A nonprofit publication of the Kentucky Center for Public Service Journalism

Auditor’s reports says Kentucky’s debt amounts to more than $12,200 per person

By Tom Latek
Kentucky Today

A report from State Auditor Mike Harmon finds Kentucky’s total debt equates to more than $12,200 for every man, woman and child in the state.

The report, known as a data bulletin report, determined the debt, as of June 30, 2018, totals $54,615,409,616.  Of that, the vast majority, more than $43 billion, is unfunded public pension and insurance liabilities.  The rest is bonded indebtedness, according to the Auditor’s office.

“As has been widely known, Kentucky’s unfunded pension liability has grown for many years,” Harmon said.  “But what many people don’t know is that the commonwealth has additional debts of $11.2 billion in appropriation and non-appropriation supported bonds.  As a result, the commonwealth made more than $1.1 billion in principal and interest payments during Fiscal Year 2018 towards this $11.2 billion of bonded debt.”

The bonds are of two types: Appropriation Supported, which are currently issued by four major agencies and all eight state universities; and Non-Appropriation Supported, used by non-governmental agencies, such as the Kentucky Housing Corporation and the Kentucky Higher Education Student Loan Corporation.

While the General Assembly approves bonds, there is one agency that is exempt from approval.  The Kentucky Economic Development Finance Authority issues bonds to provide funding in support of private hospital and industry projects.  The private entity enters into a lease agreement with the Commonwealth that obligates the private entity to pay the debt service on the bonds, so no net liability is accrued.

In addition, there is no dollar limit to KEDFA’s outstanding Conduit Bonds.  These bonds are not generally a debt of the Commonwealth.  KEDFA’s board authorizes the issuance of bonds.  The proceeds from the bonds are then lent to other entities at terms that require the entity to cover the debt service on the bonds.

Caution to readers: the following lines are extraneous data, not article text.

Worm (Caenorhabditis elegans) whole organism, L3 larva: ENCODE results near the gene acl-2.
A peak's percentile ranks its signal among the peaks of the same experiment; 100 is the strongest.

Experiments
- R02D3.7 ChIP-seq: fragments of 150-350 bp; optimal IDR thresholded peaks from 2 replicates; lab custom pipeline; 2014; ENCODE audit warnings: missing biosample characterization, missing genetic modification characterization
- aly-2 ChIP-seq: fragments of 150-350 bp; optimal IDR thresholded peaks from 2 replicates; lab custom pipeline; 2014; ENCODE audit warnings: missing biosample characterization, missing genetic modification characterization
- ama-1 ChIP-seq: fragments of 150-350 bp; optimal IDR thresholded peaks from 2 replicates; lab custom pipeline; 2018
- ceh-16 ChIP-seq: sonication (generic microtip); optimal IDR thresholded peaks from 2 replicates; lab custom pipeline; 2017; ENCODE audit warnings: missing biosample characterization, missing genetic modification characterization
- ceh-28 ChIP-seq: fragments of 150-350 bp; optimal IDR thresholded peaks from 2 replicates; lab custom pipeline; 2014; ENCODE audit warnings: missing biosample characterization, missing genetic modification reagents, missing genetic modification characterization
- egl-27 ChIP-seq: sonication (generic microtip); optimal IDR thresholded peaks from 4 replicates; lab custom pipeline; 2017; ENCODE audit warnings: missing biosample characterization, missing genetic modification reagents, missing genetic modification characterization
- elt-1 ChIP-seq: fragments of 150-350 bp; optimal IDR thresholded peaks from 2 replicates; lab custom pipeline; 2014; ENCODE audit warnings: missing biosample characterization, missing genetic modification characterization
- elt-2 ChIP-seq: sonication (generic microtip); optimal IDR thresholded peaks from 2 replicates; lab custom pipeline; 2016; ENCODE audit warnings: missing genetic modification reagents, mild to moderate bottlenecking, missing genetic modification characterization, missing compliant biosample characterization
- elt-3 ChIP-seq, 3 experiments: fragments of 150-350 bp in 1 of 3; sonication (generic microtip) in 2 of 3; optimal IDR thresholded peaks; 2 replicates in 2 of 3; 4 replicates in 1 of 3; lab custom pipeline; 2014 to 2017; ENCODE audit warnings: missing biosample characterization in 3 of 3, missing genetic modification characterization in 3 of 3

“As we saw in our recent examination of the KentuckyWired project, taxpayers ended up being on the hook for at least $1.5 billion over the next 30 years, with no specific legislative approval of the plan,” said Harmon. “If the KentuckyWired project fails, it jeopardizes the commonwealth’s entire credit rating, so I believe the General Assembly should establish additional limitations on agency bonding authority, particularly for KEDFA, and stronger oversight of all bonding.”

The data bulletin also points out that of seven states surrounding Kentucky, only Illinois has a worse rating for its General Obligation bonds.  Illinois, like Kentucky, has a public pension system that is significantly underfunded.  Indiana, Missouri, Tennessee and Virginia had the highest possible ratings from the three rating agencies for bonds.

The entire data bulletin, “An Examination of The Outstanding Debt and Debt Service of the Commonwealth,” is available for review online.

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  1. Bruce Sherron says:

    You could show this to every teacher and pension advocate in the state, and they’d probably compile some sort of argument to double the pension obligations and kick a bigger can down the road. What a joke, not even willing to negotiate half an inch on pensions = you get half of your pension when you retire down the road. its amazing how clueless and uneducated people are. kinda scary these people are teaching our kids and don’t understand math or economics 101. especially with federal support probably pulling back in the future due to there huge debt problem, they won’t be able to bail us out or help us when our pension obligations really hits the fan. i pray Bevin gets elected again and somehow fixes this. otherwise economic ruin is going to happen to this great state, less jobs, less tax dollars, less everything. depression will set in and drug use and crime will skyrocket and it all strains everything.

  2. Jack Brown says:

    The report does not mention the surrounding state of Ohio.
    How is it’s rating?

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